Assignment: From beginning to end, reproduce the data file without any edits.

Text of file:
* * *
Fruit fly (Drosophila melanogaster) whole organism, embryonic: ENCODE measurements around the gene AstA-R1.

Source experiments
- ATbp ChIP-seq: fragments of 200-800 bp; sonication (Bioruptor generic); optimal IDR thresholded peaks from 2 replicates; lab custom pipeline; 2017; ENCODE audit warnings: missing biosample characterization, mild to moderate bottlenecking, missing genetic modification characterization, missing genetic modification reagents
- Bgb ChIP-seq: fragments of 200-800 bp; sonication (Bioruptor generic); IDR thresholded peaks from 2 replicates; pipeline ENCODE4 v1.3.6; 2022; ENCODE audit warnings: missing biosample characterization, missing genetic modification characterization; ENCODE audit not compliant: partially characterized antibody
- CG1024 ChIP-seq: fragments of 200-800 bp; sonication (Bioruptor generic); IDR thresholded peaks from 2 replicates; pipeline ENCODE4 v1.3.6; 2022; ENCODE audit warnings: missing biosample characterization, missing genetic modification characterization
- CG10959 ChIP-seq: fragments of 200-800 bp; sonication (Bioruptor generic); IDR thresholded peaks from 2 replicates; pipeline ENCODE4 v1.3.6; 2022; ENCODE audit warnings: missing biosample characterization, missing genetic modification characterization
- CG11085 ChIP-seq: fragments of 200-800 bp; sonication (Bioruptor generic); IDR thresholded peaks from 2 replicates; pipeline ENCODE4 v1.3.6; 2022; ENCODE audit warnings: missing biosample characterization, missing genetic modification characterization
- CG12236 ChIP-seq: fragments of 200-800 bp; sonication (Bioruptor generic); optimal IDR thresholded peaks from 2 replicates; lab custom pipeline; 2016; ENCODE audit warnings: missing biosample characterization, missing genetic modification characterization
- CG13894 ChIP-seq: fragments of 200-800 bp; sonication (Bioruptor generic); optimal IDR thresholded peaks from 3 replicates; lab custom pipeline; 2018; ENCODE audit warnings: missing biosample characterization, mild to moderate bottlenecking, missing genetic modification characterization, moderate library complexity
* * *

Fruit fly (Drosophila melanogaster) whole organism, embryonic: ENCODE measurements around the gene AstA-R1.

Source experiments
- ATbp ChIP-seq: fragments of 200-800 bp; sonication (Bioruptor generic); optimal IDR thresholded peaks from 2 replicates; lab custom pipeline; 2017; ENCODE audit warnings: missing biosample characterization, mild to moderate bottlenecking, missing genetic modification characterization, missing genetic modification reagents
- Bgb ChIP-seq: fragments of 200-800 bp; sonication (Bioruptor generic); IDR thresholded peaks from 2 replicates; pipeline ENCODE4 v1.3.6; 2022; ENCODE audit warnings: missing biosample characterization, missing genetic modification characterization; ENCODE audit not compliant: partially characterized antibody
- CG1024 ChIP-seq: fragments of 200-800 bp; sonication (Bioruptor generic); IDR thresholded peaks from 2 replicates; pipeline ENCODE4 v1.3.6; 2022; ENCODE audit warnings: missing biosample characterization, missing genetic modification characterization
- CG10959 ChIP-seq: fragments of 200-800 bp; sonication (Bioruptor generic); IDR thresholded peaks from 2 replicates; pipeline ENCODE4 v1.3.6; 2022; ENCODE audit warnings: missing biosample characterization, missing genetic modification characterization
- CG11085 ChIP-seq: fragments of 200-800 bp; sonication (Bioruptor generic); IDR thresholded peaks from 2 replicates; pipeline ENCODE4 v1.3.6; 2022; ENCODE audit warnings: missing biosample characterization, missing genetic modification characterization
- CG12236 ChIP-seq: fragments of 200-800 bp; sonication (Bioruptor generic); optimal IDR thresholded peaks from 2 replicates; lab custom pipeline; 2016; ENCODE audit warnings: missing biosample characterization, missing genetic modification characterization
- CG13894 ChIP-seq: fragments of 200-800 bp; sonication (Bioruptor generic); optimal IDR thresholded peaks from 3 replicates; lab custom pipeline; 2018; ENCODE audit warnings: missing biosample characterization, mild to moderate bottlenecking, missing genetic modification characterization, moderate library complexity